- About Us
- Career Center
- Nano-Social Network
- Nano Consulting
- My Account
Field emission devices, which produce a steady stream of electrons, have a host of consumer, industrial, and research applications. Recent designs based on nanotubes and other nanomaterials embedded in plastics show initial promise, but have a number of drawbacks that hinder their wide-scale application. The embedded nanotubes, which serve as the source for the electrons, also enable the normally inert plastic to conduct electricity. This has the desired effect of producing a versatile and easily manufactured field emission device. But since plastics are, by nature, poor conductors of electricity, they require a high concentration of nanomaterials to function. Plastics also have low thermal stability and do not hold up well under the excess heat produced by prolonged operation.
A team of researchers from Monash University in Australia, in collaboration with colleagues from CSIRO Process Science and Engineering, has developed a promising and easily manufactured replacement for plastics: amorphous bulk metallic glass (ABM). These ABM alloys form amorphous materials as they cool, giving them more of a glass-like behavior. In a paper accepted for publication in the AIP's journal Applied Physics Letters, the researchers used an alloy made from magnesium, copper, and gadolinium. This metallic glass has many of plastics' desirable features. It can conform to a variety of shapes, be produced in bulk, and serve as an effective matrix for the nanotubes. Besides its high conductivity, the metallic glass' highly robust thermal properties mean that it can withstand high temperatures and still retain its shape and durability. According to the researchers, these advantages, alongside excellent electron emission properties, make these composites one of the best reported options for electron emission applications to date.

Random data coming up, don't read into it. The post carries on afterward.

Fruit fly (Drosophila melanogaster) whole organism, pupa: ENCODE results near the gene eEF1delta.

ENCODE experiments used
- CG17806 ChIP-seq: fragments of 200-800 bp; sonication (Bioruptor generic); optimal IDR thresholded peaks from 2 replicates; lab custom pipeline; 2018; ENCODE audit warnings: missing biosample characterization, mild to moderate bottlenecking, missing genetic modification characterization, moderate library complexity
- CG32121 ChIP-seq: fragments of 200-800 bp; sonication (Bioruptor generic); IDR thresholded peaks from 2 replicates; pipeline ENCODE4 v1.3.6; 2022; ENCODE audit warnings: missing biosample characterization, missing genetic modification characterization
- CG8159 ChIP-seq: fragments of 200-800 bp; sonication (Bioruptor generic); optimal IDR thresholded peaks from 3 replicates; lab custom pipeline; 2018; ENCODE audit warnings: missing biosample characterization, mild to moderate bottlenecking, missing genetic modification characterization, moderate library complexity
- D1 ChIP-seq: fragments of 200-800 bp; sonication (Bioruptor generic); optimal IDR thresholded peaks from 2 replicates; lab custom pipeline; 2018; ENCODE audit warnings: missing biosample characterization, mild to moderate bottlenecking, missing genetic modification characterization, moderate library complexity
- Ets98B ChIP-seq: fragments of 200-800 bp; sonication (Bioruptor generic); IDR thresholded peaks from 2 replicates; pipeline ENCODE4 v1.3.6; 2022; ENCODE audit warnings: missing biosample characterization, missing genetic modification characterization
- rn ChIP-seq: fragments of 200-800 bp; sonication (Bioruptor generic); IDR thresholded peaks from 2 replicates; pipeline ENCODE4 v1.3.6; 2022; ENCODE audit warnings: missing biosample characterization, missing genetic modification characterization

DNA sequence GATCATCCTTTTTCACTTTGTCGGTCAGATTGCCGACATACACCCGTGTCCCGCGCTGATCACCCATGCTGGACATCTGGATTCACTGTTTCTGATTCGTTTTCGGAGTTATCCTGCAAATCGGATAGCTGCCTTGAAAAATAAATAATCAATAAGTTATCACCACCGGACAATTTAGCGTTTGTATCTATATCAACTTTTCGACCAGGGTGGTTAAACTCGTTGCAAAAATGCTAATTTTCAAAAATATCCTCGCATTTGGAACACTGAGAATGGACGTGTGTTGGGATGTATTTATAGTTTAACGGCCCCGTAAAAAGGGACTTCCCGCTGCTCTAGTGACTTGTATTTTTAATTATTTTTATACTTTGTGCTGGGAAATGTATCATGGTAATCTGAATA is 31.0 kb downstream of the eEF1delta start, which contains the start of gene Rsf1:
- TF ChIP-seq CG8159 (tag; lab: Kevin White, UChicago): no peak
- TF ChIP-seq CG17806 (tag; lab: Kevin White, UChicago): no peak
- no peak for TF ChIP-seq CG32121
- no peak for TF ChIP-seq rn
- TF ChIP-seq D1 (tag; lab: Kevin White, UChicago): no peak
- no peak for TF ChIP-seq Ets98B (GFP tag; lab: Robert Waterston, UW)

Though other composites of bulk metallic glass and carbon nanotubes have been reported before, this is the first time that such a system is being used for a functional device, such as for field emission. Electron microscopes, microwave or X-ray generation, nano-electronics, and modern display devices are all examples of the potential applications of this technology, the researchers note.
Article: "High performance bulk metallic glass/carbon nanotube composite cathodes for electron field emission" is published in Applied Physics Letters.
Authors: Pejman Hojati-Talemi (1, 2), Mark A. Gibson (3), Daniel East (1), and Geroge P. Simon (1).
(1) Monash University, Clayton, Australia
(2) University of South Australia, Mawson Lakes, Australia
(3) Commonwealth Scientific and Industrial Research Organization, Clayton, Australia
For more information, please click here
Charles E. Blue
Copyright © American Institute of PhysicsIf you have a comment, please Contact us.
Issuers of news releases, not 7th Wave, Inc. or Nanotechnology Now, are solely responsible for the accuracy of the content.
|Related News Press|
News and information
Display technology/LEDs/SS Lighting/OLEDs
Cellulose from wood can be printed in 3-D June 17th, 2015
Exagan Raises €5.7 Million to Produce High-efficiency GaN-on-Silicon Power-switching Devices on 200mm Wafers: Leti-and-Soitec Spinout Focused on Becoming Leading European Source Of GaN Devices for Solar, Automotive, Telecoms and Infrastructure June 25th, 2015
Nanowires could be the LEDs of the future June 25th, 2015
Leti to Present Solutions to New Applications Using 3D Technologies at SEMICON West LetiDay Event, July 14: Leti Experts also Will Speak at TechXPOT Session on MEMS and STS Session on Lithography Cost-and-Productivity Issues Below 14nm June 22nd, 2015